The heart of their campaign is Malvinas, which began processing gas from the surrounding Camisea natural-gas field (see 'Islands in the jungle') in southeast Peru in 2004. Apart from one field in Brazil, Camisea is the only example of offshore–inland development in the Amazon. The roadless plan was implemented under pressure from environmental groups and the Inter-American Development Bank (IDB), but the idea received scant attention, in part because Camisea has been beset by environmental problems such as pipeline leaks. Babbitt and Ortiz, however, see potential here. They are promoting the idea of roadless development at a crucial time, as energy companies look to expand their operations in the Amazon. Earlier this year, Babbitt and Blue Moon were instrumental in blocking a plan to build a new pipeline from the Camisea field that could have spurred widespread road construction and deforestation.
“I'm not a very emotional guy, but I'll tell you I got emotional about this,” Babbitt says, after delivering his first public speech promoting his vision for roadless development at an energy conference in Lima in September. “It was important to make an issue of it, to demonstrate that it was possible to mobilize opposition.”
Malvinas's isolation comes into focus as Babbitt's helicopter rises into the sky and arcs out to the east, across the jungle. The Urubamba River borders the plant on the west, and a sea of green surrounds it on all other sides. Babbitt and Ortiz are accompanying a crew of six workers to San Martin Number 1, a platform for multiple wells tapping natural gas, propane, butane and other light hydrocarbons trapped in a sandstone formation thousands of metres below ground. En route, they pass over a clearing dotted with thatch-roofed huts near the Camisea River. It is home to one of several indigenous communities that have leased their land to a consortium led by the exploration and production firm Pluspetrol, based in Buenos Aires. 'Uncontacted' tribes that have yet to establish any ties with modern society roam the rolling hills on the horizon.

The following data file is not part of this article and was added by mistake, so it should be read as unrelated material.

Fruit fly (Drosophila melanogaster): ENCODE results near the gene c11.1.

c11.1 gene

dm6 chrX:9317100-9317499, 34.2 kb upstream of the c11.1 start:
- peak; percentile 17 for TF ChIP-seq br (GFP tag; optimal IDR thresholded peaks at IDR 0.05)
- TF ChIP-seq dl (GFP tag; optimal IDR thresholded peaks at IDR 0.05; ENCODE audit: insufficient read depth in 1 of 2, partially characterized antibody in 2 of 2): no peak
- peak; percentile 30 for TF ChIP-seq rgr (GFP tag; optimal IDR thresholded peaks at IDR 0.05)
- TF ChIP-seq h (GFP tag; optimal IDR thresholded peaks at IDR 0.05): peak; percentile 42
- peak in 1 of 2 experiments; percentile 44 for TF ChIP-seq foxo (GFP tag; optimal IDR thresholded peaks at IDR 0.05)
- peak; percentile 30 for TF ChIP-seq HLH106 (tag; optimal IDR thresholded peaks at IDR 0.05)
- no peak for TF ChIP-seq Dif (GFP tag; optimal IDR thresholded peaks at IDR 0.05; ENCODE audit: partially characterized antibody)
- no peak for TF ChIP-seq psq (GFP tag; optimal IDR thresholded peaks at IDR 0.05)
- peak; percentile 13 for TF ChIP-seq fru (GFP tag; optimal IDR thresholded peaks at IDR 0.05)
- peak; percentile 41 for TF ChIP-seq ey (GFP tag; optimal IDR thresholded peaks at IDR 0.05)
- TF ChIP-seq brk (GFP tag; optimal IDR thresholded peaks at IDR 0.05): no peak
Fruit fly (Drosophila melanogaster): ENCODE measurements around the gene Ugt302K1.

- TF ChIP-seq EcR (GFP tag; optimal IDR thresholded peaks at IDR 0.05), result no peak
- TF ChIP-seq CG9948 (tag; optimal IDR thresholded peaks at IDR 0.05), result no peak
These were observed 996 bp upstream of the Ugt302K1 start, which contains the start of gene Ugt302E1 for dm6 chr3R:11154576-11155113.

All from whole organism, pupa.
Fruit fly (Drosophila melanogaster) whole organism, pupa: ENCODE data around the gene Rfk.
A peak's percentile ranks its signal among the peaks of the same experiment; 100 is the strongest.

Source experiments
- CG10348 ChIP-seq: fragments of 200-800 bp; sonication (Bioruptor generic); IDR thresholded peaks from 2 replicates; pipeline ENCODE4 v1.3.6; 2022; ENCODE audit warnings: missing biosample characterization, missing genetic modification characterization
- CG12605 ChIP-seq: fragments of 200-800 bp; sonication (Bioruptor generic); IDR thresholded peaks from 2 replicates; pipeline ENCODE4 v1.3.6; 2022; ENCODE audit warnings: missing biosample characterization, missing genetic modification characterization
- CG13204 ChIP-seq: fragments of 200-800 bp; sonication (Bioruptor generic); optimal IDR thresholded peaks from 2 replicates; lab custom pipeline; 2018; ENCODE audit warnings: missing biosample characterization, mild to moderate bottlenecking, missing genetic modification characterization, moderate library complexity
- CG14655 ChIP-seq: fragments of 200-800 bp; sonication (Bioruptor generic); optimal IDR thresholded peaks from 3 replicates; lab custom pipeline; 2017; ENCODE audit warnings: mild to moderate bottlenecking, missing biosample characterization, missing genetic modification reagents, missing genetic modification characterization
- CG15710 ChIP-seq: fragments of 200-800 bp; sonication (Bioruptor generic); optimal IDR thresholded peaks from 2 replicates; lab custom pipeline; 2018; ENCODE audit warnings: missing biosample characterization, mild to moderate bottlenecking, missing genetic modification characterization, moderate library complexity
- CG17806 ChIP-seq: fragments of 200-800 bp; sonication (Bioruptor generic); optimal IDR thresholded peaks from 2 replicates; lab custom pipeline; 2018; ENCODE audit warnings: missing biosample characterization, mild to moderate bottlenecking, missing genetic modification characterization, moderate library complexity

The helicopter circles the production site and gives Babbitt and Ortiz a good view of the operation. Apart from a few small structures containing production equipment, the main feature is an open grass field roughly the size of a football pitch, which is used for setting up equipment. Several pipes rise up out of the ground on one edge of the clearing then dive back below the surface at the base of a hill, marking the beginning of an underground journey to Malvinas, where gas will be separated from liquids then piped to the coast for distribution. Workers cleared a narrow path through the trees when they buried the pipeline, but the jungle has since reclaimed the land, completely camouflaging the route.
For the two environmentalists, Malvinas is a proof of principle. “This is far from an idyllic forest, but what I see is something that is contained,” Ortiz says. “As long as there is no oil or gas in the river, it's just not that bad.”